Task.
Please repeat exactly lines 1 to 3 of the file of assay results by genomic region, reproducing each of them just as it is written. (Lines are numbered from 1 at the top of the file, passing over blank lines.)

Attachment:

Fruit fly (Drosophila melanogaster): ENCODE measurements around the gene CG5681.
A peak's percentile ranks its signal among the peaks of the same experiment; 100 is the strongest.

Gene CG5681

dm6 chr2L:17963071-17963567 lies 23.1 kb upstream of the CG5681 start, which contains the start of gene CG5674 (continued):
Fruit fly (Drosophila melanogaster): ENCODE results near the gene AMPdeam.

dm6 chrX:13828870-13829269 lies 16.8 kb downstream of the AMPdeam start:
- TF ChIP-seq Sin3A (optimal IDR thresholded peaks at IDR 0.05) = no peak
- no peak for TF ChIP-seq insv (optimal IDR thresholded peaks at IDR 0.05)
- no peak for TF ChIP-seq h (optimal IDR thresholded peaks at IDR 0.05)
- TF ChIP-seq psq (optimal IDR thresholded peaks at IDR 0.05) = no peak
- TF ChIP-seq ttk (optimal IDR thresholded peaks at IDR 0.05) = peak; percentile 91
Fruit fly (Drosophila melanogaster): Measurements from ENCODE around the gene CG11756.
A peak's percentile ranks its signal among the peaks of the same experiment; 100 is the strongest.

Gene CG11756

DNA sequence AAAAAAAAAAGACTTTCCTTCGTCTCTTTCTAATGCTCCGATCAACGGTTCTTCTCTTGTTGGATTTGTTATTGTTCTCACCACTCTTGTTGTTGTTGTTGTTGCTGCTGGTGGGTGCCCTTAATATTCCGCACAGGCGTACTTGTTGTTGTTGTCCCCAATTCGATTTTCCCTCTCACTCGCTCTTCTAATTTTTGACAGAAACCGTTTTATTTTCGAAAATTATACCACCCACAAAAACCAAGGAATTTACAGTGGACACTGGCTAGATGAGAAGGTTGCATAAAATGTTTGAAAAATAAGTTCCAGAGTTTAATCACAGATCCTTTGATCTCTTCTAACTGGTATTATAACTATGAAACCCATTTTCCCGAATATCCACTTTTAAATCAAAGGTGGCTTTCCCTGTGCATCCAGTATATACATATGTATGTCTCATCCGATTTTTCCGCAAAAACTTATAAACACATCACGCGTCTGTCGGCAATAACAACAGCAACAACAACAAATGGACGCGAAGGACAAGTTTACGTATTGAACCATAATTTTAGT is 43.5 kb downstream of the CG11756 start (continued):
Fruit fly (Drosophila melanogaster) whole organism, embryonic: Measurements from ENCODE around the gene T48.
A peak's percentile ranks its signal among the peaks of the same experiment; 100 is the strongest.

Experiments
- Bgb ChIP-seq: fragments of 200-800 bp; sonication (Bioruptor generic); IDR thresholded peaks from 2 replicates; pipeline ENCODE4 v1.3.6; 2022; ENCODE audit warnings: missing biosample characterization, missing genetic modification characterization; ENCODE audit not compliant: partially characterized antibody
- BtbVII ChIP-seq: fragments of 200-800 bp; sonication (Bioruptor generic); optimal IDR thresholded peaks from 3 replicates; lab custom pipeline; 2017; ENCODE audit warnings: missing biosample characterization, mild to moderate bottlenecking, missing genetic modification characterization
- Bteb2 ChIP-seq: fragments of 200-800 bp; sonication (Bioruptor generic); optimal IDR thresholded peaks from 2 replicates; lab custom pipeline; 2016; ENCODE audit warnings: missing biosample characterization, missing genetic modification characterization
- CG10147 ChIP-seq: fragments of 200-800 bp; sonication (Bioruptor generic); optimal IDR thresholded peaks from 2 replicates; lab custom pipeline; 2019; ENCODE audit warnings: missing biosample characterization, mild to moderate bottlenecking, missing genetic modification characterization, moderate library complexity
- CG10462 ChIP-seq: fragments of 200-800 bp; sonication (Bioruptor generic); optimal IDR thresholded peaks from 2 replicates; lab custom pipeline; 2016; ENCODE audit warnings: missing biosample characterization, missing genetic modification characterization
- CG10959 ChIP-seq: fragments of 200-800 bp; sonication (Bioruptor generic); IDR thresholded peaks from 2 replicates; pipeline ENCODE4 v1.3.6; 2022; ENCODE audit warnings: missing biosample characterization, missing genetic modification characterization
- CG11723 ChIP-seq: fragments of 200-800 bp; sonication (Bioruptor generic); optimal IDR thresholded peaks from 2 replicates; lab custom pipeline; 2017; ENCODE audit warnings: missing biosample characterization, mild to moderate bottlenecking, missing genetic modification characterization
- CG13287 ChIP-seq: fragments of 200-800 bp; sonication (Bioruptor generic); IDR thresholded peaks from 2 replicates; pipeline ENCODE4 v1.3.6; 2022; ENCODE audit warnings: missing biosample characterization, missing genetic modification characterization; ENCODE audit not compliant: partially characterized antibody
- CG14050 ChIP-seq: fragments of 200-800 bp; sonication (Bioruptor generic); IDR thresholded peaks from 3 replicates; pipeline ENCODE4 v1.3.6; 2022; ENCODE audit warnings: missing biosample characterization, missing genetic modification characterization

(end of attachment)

Fruit fly (Drosophila melanogaster): ENCODE measurements around the gene CG5681.
A peak's percentile ranks its signal among the peaks of the same experiment; 100 is the strongest.

Gene CG5681